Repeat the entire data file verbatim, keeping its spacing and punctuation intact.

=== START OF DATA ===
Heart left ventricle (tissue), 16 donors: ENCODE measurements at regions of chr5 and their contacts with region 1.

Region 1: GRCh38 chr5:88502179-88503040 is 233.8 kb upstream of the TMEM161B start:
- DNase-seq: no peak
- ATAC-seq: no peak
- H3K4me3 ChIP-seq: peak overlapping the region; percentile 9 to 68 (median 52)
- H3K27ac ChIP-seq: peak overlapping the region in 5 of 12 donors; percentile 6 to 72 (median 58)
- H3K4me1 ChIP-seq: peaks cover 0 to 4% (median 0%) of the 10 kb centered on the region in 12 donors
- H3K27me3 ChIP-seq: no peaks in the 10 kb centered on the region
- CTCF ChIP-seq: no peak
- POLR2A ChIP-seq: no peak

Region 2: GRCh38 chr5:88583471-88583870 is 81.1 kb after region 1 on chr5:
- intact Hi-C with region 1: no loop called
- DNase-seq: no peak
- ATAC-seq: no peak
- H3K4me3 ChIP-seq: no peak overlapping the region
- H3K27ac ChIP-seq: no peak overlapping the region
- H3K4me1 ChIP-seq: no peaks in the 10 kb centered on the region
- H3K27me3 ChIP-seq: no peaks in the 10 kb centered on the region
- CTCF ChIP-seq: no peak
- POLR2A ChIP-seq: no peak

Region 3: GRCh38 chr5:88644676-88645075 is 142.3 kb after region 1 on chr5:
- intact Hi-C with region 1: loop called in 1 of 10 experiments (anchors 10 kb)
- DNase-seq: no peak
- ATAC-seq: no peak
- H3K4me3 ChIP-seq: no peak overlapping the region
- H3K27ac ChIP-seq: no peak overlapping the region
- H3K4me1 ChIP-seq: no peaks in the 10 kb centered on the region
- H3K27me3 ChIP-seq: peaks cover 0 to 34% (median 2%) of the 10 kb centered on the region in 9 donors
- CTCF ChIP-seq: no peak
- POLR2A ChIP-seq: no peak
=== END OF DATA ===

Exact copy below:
Heart left ventricle (tissue), 16 donors: ENCODE measurements at regions of chr5 and their contacts with region 1.

Region 1: GRCh38 chr5:88502179-88503040 is 233.8 kb upstream of the TMEM161B start:
- DNase-seq: no peak
- ATAC-seq: no peak
- H3K4me3 ChIP-seq: peak overlapping the region; percentile 9 to 68 (median 52)
- H3K27ac ChIP-seq: peak overlapping the region in 5 of 12 donors; percentile 6 to 72 (median 58)
- H3K4me1 ChIP-seq: peaks cover 0 to 4% (median 0%) of the 10 kb centered on the region in 12 donors
- H3K27me3 ChIP-seq: no peaks in the 10 kb centered on the region
- CTCF ChIP-seq: no peak
- POLR2A ChIP-seq: no peak

Region 2: GRCh38 chr5:88583471-88583870 is 81.1 kb after region 1 on chr5:
- intact Hi-C with region 1: no loop called
- DNase-seq: no peak
- ATAC-seq: no peak
- H3K4me3 ChIP-seq: no peak overlapping the region
- H3K27ac ChIP-seq: no peak overlapping the region
- H3K4me1 ChIP-seq: no peaks in the 10 kb centered on the region
- H3K27me3 ChIP-seq: no peaks in the 10 kb centered on the region
- CTCF ChIP-seq: no peak
- POLR2A ChIP-seq: no peak

Region 3: GRCh38 chr5:88644676-88645075 is 142.3 kb after region 1 on chr5:
- intact Hi-C with region 1: loop called in 1 of 10 experiments (anchors 10 kb)
- DNase-seq: no peak
- ATAC-seq: no peak
- H3K4me3 ChIP-seq: no peak overlapping the region
- H3K27ac ChIP-seq: no peak overlapping the region
- H3K4me1 ChIP-seq: no peaks in the 10 kb centered on the region
- H3K27me3 ChIP-seq: peaks cover 0 to 34% (median 2%) of the 10 kb centered on the region in 9 donors
- CTCF ChIP-seq: no peak
- POLR2A ChIP-seq: no peak